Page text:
Dan Kimball lives in the same world the rest of us live in. He sees the enormous gulf that has developed between the religious and the secular in this culture, just like we all do.
But Kimball isn’t content to stand on one side of that gulf and look disapprovingly at the other side, as many of us are. He still believes there is a middle ground where nobody draws distinctions between Christians and humanists.
Kimball is the pastor of Vintage Faith Church in Santa Cruz, though he doesn’t use the title. He is also the author of a new book titled “Adventures in Churchland” (Zordervan), a kind of memoir/manifesto of a Christian living in the modern world.
Vintage Faith, known by many unchurched coffee lovers as the owner/operator of The Abbey coffeehouse on Mission Street, is in many ways a ministry tailored to the unique environment of Santa Cruz. Kimball cited a study his church conducted last year that found that 36 percent of his congregation were college students. And he has developed credibility with that demographic with a stance at once devoted the message of Jesus Christ, yet frank about the failings of Christianity.
Early on in “Adventures,” Kimball writes, “I saw the church mainly as a mess of judgmentalism, dogma, contradiction and hypocrisy.” The book’s subtitle is, in fact, “Finding Jesus in the Mess of Organized Religion.”
In a discussion in his office at Vintage Faith, next door to The Abbey, Kimball cited a 2007 study that found for young people between the ages of 16 and 30, the top three impressions they had of Christians were “1) judgmental, 2) negative and 3) anti-gay. Even if you have genuine theological differences in belief, to be known like that is just not good.”
To say that Christians suffer from an image problem is, to Kimball, an understatement. One of his chapter titles, in fact, is “I Wouldn’t Like Christians If I Weren’t One.”
“There are a lot of us who don’t like being defined by the loudest voices out there. But the more I talk to younger people outside the church, the more I understand that all they’re hearing is the loudest voices and the most controversial voices, so their definition and understanding of the church becomes shaped by these things.”
Kimball himself did not grow up in a religious household. In fact, he came to his faith as a musician in a punk rock band. He had developed an intense curiosity about faith and Christianity as a college student, but didn’t act on it until he was living in the U.K., and happened upon a group of elderly Christians whose only vice was a love for Ovaltine. When he met them, he looked like the typical punk rocker of the period, as he described it, “a kind of Stray Cats, neo-rockabilly, post-Sex Pistols punk look.” (To underscore his musical street-cred, Kimball was able to get rockabilly legend Wanda Jackson to write the book’s foreword.)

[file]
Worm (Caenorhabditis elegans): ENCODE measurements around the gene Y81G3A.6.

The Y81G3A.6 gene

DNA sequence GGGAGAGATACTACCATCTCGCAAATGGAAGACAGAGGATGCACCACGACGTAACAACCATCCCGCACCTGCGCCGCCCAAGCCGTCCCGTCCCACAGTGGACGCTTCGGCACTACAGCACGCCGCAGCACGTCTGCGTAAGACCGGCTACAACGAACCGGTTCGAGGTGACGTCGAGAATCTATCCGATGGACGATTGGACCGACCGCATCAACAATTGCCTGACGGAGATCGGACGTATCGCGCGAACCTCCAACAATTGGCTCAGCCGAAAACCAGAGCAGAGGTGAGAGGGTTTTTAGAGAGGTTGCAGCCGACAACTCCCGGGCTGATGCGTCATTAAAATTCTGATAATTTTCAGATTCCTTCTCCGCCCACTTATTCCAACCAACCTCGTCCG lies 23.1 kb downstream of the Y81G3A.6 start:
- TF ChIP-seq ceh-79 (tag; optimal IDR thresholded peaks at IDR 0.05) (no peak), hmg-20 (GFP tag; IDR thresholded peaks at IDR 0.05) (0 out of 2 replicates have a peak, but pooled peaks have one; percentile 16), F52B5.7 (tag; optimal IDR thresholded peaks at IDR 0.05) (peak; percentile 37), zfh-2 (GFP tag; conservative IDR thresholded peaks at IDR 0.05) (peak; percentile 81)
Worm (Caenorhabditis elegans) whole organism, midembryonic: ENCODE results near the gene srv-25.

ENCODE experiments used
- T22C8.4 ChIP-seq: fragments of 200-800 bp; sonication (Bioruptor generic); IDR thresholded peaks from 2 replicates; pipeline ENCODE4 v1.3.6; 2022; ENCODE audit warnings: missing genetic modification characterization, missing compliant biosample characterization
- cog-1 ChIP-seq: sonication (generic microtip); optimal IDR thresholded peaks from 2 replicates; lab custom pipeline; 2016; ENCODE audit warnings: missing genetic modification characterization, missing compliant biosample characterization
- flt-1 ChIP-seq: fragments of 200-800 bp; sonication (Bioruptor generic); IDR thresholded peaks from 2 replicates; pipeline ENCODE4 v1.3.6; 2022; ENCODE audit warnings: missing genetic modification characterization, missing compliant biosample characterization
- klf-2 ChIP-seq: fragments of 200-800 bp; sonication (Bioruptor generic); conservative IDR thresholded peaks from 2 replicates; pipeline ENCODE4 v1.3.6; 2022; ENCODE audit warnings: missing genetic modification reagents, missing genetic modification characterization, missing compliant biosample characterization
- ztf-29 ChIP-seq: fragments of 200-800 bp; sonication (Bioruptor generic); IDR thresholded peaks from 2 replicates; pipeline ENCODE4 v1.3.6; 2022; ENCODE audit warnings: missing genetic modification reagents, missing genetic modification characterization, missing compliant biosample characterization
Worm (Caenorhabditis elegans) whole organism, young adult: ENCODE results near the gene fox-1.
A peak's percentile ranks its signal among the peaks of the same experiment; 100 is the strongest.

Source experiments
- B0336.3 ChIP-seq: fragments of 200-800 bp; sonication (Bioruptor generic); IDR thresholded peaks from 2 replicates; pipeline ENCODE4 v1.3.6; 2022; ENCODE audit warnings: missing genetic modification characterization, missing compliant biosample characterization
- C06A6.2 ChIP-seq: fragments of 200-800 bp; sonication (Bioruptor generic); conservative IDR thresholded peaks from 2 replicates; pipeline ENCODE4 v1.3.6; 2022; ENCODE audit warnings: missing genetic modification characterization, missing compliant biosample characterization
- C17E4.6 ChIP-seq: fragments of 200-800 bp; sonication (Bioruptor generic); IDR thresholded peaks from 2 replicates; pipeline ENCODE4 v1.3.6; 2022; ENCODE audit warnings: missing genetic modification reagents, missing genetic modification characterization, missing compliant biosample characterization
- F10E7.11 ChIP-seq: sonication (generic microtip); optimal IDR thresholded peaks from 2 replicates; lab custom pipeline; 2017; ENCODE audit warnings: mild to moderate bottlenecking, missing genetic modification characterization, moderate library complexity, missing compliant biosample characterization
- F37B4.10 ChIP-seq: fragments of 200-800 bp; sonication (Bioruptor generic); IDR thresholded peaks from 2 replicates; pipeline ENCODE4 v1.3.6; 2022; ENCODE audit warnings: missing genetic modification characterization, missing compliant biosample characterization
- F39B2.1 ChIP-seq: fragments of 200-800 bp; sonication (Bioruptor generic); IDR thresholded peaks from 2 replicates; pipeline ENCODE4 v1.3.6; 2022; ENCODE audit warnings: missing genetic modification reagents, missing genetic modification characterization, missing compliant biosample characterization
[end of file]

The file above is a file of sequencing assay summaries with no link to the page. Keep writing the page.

The elderly Brits were not at all fazed by his clothes or hairdo, he said. “They never judged me for any of that. They were intelligent. They allowed me to ask questions and they never thought anything about my dress or looks, just, ‘Are you learning about Jesus’?”
When he returned to Santa Cruz, it was a different story. At the church that he joined, he began hearing complaints from parents about the way he dressed and his haircut. The pastor of the church gave him money to get his haircut.
“So, I got my hair cut,” he said. “I thought, well, I guess this is what it means to be a good Christian.” He said he went through a “season of conformity.” He tried to like contemporary Christian music, but after a while, his rebellious nature came through.
“I just thought, I don’t think God cares about my exterior appearance. These people don’t know my heart, or who I am as a person. They’re making judgments on my appearance. Forget this.”
It was at that point that Kimball began living as himself. He began his own youth ministry in which what mattered wasn’t the trappings of contemporary Christian culture or music or haircuts, but the message of the preachings of Jesus.
Kimball said that eventually he came to the church not because of American religious culture, but in spite of it.
“I didn’t have a bottom-out experience in my life, like a lot of people do. My friends weren’t witnessing to me. I was just always wondering what this thing called Christianity was. So I never forgot what it was like to come into a subculture of Christianity, wanting only to learn about Jesus, and getting signals that are confusing.”
What’s important, he emphasized, is what’s carried in the hearts of Christians and non-Christians alike.
“What is this thing called ‘church’?” he said. “Is it something to go to? Well, when you say, ‘I’m going to church, it’s a theological impossibility. The Bible says ‘church’ is all around us. You are the church. But, it’s encoded in our language that church is a building and a place. But really, I’m a church all week. And if people would grasp that, how would that reflect in their lives when they’re in line at Safeway? That’s the question.”